First test events in view as IOC concludes 5th Coordination Commission visit in PyeongChang
The International Olympic Committee (IOC)’s Coordination Commission for the Olympic Winter Games PyeongChang 2018 has concluded its fifth visit (22-24 September) to the Korean host city positive about the progress being made, while underlining the importance of test events for the Games preparations. The Commission was joined for the meeting by representatives of the seven International Federations of sports on the programme of the Olympic Winter Games PyeongChang 2018, who were able to share their expertise and actively contribute to shaping the project.
Commenting after the meeting, IOC Coordination Commission Chair Gunilla Lindberg said, “The preparations for the Olympic Winter Games PyeongChang 2018 are developing well. Support from all the local partners continues to be strong, with the national and regional governments both present during our meetings. We were also delighted to have with us representatives of the seven International Federations on the 2018 programme, who brought their sport-specific expertise to the discussions. This was helpful for PyeongChang 2018, as it has now entered the delivery phase of preparations and is working on the detailed services for the athletes and technicians. This will be particularly important for the first sports events early next year, which include important dates on the international calendar, namely an FIS Alpine World Cup, an FIS Freestyle Skiing and Snowboard World Cup, and an IBSF/FIL pre-homologation event.”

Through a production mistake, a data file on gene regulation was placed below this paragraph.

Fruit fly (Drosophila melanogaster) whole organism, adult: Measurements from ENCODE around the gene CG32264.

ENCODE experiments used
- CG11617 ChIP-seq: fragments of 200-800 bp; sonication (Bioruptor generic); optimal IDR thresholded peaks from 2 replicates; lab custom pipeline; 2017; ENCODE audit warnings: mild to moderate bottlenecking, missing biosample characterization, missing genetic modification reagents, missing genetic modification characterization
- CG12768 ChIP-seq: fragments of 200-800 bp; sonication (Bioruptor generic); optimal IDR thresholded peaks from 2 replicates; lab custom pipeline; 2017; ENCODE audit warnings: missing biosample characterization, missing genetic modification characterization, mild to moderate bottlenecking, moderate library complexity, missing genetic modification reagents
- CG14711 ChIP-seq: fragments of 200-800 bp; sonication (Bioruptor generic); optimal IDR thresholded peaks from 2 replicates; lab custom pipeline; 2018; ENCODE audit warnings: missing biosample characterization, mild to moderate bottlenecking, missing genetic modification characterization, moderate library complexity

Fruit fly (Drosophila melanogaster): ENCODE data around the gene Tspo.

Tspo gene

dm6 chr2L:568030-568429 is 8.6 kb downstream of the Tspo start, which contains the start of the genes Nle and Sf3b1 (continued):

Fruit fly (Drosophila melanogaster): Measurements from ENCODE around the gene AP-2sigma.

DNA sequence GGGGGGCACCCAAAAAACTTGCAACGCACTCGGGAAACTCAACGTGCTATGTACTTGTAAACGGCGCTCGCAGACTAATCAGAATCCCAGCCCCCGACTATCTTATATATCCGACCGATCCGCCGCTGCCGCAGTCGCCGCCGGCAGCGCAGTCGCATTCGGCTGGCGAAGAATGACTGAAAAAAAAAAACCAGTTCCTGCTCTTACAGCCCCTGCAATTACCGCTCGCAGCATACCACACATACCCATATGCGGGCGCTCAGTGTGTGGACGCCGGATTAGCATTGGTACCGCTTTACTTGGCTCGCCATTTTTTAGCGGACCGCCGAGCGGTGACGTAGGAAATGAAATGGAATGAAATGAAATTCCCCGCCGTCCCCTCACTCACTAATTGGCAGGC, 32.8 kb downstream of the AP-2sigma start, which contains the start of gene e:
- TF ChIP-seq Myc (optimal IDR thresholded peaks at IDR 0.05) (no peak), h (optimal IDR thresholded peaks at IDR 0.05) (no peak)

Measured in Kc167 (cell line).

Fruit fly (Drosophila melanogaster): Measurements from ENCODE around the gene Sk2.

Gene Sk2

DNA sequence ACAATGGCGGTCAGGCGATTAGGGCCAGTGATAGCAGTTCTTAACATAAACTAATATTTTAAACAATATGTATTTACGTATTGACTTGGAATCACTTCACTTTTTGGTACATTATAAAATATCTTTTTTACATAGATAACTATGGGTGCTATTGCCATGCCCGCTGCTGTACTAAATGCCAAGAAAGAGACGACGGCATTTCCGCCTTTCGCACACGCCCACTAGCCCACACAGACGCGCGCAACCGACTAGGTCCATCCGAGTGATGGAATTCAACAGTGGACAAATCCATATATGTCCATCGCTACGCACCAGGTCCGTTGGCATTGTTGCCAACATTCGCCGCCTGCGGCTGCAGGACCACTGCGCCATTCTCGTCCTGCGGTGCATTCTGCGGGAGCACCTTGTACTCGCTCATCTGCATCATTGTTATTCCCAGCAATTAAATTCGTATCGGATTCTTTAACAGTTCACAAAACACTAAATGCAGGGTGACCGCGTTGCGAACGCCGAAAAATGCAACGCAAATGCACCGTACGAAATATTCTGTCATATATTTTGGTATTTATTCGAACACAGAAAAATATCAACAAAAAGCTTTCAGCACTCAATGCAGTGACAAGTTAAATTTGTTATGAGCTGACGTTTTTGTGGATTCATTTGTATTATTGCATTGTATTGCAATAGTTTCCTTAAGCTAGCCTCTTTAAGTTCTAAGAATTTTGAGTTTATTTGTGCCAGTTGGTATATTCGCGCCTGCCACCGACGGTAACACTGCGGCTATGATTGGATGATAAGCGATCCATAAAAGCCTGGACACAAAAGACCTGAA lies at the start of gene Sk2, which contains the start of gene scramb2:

She continued, “The venues continue to progress rapidly. We visited Jeongseon and the Alpensia Sliding Centre, and got a really good impression of what the athletes will experience come Games time. I am confident that they will be very pleased. The competition sites remain on schedule for the Games, but the organisers need to maintain their focus, as some delivery dates are very close to the start of the test events. It is important that PyeongChang 2018 delivers these events successfully and, in particular, the first events next February, in order to create a solid basis for its planning and preparations for the Games. This will also be a great opportunity for Koreans to experience elite winter sport and get engaged in the Games, as some of the world’s best athletes in those sports will be present in order to get a feeling for the 2018 Olympic venues.”